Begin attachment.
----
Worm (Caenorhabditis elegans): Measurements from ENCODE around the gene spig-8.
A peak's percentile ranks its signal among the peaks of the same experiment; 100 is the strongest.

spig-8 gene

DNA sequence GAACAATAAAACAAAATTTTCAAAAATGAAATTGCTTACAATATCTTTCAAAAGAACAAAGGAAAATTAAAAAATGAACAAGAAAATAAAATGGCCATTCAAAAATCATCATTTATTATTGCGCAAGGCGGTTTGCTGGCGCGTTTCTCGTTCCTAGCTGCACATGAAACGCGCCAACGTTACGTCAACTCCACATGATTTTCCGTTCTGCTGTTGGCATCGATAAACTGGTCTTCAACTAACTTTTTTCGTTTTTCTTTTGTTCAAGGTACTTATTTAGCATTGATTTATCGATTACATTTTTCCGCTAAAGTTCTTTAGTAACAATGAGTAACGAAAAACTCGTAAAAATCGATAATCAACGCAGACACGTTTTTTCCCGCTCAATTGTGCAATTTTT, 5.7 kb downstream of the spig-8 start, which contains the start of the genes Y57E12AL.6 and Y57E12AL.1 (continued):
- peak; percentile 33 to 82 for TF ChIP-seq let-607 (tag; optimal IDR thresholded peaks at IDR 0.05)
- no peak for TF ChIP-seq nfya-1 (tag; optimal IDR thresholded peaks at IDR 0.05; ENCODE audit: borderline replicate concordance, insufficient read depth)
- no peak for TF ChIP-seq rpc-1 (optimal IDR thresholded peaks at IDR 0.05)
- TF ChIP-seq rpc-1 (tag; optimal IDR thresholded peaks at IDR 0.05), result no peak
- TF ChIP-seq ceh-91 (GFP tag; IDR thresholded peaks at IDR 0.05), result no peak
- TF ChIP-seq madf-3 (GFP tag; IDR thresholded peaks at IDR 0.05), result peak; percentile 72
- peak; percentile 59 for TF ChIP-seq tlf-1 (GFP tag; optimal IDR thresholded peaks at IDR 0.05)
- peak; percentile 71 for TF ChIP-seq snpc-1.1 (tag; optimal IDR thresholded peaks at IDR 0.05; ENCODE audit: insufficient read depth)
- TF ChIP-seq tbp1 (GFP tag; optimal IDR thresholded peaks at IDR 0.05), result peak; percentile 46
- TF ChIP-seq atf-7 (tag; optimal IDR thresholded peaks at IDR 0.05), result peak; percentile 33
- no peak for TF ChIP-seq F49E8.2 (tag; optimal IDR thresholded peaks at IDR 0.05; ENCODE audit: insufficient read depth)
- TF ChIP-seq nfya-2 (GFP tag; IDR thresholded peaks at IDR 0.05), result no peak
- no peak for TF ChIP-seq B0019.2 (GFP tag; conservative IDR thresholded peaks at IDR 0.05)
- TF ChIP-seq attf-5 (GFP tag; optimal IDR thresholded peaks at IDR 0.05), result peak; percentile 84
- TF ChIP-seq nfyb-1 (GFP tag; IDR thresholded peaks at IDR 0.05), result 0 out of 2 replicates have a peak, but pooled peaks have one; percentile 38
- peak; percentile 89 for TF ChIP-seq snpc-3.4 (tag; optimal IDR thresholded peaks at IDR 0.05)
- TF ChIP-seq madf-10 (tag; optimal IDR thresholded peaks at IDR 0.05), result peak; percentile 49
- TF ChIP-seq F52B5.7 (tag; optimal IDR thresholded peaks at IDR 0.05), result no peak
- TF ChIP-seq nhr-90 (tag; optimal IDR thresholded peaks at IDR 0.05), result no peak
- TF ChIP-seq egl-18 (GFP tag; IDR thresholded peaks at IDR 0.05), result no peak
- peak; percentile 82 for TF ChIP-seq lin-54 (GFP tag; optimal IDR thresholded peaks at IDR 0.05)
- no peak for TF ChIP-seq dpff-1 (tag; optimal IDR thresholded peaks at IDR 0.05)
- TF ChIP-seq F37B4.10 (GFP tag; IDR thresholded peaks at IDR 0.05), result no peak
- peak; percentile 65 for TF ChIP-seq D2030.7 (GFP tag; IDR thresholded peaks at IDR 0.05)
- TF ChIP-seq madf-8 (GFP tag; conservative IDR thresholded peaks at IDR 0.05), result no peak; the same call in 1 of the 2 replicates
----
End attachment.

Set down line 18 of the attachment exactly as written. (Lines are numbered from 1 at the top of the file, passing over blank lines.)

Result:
- TF ChIP-seq attf-5 (GFP tag; optimal IDR thresholded peaks at IDR 0.05), result peak; percentile 84